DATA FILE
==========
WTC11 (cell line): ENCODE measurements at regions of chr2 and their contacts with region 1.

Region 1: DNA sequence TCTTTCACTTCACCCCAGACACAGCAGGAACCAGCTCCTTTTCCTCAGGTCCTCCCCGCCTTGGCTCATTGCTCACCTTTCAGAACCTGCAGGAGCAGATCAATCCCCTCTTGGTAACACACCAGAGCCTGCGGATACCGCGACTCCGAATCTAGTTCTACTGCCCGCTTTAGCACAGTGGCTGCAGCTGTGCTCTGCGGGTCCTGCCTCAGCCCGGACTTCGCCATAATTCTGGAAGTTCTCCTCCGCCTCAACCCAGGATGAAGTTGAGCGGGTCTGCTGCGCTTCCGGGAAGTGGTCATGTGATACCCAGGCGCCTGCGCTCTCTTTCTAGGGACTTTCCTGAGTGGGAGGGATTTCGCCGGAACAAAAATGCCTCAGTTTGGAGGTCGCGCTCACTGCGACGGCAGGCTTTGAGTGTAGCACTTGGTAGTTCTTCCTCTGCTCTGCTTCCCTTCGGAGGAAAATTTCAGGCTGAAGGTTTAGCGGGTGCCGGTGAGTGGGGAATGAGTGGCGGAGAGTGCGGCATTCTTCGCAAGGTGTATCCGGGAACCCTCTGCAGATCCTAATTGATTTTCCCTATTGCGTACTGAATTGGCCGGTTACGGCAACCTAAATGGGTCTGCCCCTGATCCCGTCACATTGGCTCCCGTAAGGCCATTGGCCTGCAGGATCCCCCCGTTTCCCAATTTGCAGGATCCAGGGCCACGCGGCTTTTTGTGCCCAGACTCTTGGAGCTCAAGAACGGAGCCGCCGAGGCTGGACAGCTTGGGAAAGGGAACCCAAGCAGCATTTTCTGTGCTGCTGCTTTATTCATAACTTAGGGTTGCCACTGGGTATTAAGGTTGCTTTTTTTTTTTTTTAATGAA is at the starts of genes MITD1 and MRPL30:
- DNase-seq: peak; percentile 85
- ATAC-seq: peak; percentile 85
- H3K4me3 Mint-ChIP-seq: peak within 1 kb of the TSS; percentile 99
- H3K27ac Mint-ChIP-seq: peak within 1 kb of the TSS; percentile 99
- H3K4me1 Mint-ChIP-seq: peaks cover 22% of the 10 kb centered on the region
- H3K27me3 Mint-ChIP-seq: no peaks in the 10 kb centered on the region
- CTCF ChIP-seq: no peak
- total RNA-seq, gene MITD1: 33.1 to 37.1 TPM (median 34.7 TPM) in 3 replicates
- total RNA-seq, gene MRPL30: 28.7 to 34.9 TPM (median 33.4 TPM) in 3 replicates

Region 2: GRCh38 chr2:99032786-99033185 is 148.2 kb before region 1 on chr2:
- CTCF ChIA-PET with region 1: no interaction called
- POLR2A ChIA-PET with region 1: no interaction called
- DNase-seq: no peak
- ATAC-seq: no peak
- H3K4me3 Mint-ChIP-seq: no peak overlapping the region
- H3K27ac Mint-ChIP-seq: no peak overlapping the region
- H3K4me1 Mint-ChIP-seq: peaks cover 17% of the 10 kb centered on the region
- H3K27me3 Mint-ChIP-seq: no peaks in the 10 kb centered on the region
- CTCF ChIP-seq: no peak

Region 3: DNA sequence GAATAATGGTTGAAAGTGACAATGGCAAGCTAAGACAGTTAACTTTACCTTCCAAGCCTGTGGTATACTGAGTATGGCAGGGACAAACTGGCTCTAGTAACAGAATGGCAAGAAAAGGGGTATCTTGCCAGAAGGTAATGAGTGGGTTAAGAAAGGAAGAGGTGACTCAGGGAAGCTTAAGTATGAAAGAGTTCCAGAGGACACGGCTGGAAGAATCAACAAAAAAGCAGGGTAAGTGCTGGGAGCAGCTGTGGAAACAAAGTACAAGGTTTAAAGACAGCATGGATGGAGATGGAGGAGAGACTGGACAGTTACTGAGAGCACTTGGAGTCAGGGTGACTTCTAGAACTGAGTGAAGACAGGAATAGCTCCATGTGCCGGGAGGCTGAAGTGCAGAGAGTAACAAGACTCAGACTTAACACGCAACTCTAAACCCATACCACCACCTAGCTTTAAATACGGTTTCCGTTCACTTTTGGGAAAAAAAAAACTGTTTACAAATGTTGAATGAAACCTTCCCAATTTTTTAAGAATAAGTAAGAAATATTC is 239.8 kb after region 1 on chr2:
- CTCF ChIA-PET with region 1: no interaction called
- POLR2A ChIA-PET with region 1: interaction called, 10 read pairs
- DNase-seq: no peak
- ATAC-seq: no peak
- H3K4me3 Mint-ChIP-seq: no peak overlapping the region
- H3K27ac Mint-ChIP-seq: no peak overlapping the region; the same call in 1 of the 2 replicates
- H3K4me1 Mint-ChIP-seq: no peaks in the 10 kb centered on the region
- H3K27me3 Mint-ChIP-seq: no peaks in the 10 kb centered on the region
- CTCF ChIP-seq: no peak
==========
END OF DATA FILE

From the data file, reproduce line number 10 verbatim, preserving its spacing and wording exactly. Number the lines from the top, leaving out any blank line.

- total RNA-seq, gene MITD1: 33.1 to 37.1 TPM (median 34.7 TPM) in 3 replicates